December 6, 2023

Nimbaians Urge Gov’t to Sign MDA with Solway

-Give company their blessings to operate in their communities

Superintendents Sam Yealue and Philip Tokpah (right) present the blessings of the communities to Solway CEO, A. Boima Morgan (in blue shirt)

Despite Solway Mining Incorporated, a ‘Liberian owned’ mining company which has been courting iron ores rich Gbehley-Geh, Yarmein, and Sehyi districts in Nimba County, facing glitches in acquiring a Mineral Development Agreement with the government, the local communities have given the company their blessings to operating in their communities.

Major stakeholders, eminent citizens, and other residents of the three statutory districts at an elaborate endorsement and honoring ceremony held in Zortapa, Sanniquellie Mah statutory district, on Monday, February 28, 2022, officially endorsed Solway, giving the company the go-ahead to enter their forests—pledging their unflinching support to the operations of the company.

The residents said the company has proven to be a reliable partner and as such there is a need for a longer collaboration that would help bring the needy developmental initiatives to their areas—communities that lag behind in basic necessities—modern educational, health, and other amenities that are intended for a good life, despite vast the natural resources that abound.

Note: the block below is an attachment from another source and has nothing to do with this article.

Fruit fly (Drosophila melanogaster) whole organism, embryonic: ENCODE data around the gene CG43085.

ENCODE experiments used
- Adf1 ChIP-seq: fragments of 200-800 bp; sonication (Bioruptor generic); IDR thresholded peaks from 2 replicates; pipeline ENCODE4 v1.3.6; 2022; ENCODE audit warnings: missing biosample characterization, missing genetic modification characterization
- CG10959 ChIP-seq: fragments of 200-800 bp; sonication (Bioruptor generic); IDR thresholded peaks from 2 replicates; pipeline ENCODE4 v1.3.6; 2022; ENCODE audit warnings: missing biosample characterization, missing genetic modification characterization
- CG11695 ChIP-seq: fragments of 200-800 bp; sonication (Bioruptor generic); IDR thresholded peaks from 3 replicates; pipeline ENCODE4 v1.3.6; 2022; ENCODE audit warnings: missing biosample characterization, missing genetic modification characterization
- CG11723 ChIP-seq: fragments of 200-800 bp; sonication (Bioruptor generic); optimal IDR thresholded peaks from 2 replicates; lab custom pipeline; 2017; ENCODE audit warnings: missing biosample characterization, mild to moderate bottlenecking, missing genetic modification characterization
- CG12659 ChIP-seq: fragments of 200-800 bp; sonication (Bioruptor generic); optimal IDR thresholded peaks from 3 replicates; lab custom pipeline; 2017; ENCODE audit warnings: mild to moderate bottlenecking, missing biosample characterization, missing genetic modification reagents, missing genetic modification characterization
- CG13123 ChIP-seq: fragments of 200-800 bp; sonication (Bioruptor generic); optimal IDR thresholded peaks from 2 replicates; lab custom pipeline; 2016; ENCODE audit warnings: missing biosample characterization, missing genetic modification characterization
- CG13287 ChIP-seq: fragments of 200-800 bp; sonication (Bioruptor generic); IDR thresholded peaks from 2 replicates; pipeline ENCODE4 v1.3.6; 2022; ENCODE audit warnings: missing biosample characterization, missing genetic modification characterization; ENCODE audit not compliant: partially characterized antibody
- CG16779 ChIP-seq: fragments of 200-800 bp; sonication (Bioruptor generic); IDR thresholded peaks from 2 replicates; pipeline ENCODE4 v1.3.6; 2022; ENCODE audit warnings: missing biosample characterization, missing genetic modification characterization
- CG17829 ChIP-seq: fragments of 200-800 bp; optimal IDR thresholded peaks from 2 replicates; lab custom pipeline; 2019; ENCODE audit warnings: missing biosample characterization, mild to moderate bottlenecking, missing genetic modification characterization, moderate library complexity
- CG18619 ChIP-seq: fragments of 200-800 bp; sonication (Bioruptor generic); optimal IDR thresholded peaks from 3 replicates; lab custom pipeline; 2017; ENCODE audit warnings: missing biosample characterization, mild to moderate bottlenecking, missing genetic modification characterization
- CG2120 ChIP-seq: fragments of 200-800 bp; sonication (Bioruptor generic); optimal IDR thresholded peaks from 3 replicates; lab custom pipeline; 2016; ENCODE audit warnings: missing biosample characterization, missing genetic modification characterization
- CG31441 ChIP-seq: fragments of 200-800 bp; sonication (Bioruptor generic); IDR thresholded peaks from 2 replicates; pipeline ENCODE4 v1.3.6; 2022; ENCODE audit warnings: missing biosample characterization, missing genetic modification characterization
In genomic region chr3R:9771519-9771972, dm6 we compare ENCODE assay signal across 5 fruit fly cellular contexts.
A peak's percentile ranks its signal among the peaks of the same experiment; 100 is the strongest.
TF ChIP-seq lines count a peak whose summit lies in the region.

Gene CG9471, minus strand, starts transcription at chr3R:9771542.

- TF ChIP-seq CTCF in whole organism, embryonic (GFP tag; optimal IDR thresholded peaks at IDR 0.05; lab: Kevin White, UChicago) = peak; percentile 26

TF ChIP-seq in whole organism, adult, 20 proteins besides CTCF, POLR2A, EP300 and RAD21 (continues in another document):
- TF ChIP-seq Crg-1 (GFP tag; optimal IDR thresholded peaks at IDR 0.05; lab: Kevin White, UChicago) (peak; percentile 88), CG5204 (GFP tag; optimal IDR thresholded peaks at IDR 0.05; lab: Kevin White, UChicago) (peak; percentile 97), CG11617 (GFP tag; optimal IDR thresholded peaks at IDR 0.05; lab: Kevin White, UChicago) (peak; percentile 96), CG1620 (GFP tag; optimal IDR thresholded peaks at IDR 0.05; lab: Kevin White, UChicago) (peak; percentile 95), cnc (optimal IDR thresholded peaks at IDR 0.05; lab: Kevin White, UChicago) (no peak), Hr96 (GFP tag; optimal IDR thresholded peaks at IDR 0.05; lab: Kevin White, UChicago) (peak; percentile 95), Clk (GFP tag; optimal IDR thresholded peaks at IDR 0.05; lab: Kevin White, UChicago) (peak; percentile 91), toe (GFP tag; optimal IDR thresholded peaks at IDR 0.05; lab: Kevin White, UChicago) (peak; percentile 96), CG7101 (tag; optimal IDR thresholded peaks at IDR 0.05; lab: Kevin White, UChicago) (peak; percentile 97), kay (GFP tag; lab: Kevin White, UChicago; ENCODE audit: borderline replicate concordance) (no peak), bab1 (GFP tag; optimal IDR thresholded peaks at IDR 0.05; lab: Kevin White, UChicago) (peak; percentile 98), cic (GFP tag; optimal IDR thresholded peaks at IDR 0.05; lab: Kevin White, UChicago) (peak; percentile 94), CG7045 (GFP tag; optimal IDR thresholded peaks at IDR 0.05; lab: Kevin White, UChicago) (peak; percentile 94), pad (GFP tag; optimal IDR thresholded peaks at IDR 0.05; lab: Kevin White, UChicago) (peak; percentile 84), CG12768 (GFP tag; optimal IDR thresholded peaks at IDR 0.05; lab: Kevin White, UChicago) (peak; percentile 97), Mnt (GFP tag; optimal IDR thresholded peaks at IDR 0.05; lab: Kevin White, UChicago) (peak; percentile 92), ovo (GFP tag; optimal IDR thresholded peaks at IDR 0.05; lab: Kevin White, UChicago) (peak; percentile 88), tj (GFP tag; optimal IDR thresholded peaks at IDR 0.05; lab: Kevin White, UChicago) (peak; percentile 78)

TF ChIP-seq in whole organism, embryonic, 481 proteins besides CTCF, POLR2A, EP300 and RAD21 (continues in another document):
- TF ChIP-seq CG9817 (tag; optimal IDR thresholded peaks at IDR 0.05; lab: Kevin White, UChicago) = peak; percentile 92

“It is the will of our people that we allow you to come and operate here,” and former and two current Paramount Chiefs of the three statutory districts, Cooper Saye Walaka, Alvin Flomo, and Joseph Yormie, said in separate remarks to thunderous applauds from the crowd. They spoke through an interpreter.

“We are satisfied with your operations and the way you have been interacting with us. So we, therefore, want you here. We want you to operate our mountains,” chief Walaka added. “We are bringing development to us and if you are given the full rights to operate, we are sure that you will do more,” he added.

Description: C:\Users\Staff_Writer\Desktop\Solway 1.jpgFormer Paramount Chief, Cooper Saye Walaka, endorses Solway operations on behalf of the communities.

“With time, we have realized what an invaluable asset Solway is to us and so we want the company to operate here. Our people have agreed for this to go on,” Joseph Yormie noted.

The company discovered the valuable mineral in commercial quantities after three years of prospecting and has been locked in talk with the government over the sealing of an MDA that would allow it to mine in Mount Blei and Mount Delton ores deposit.

The communities however feel that it is taking too long for an agreement to be reached.

“It is hard time that the government listens to us as the communities and grants Solway the MDA. We know what the company is doing for our” Sam Yealue, Statutory Sup, Gbehley-Geh Administrative District, said. “We want to call on the House of Representatives and the Senate to act in the interest of our people.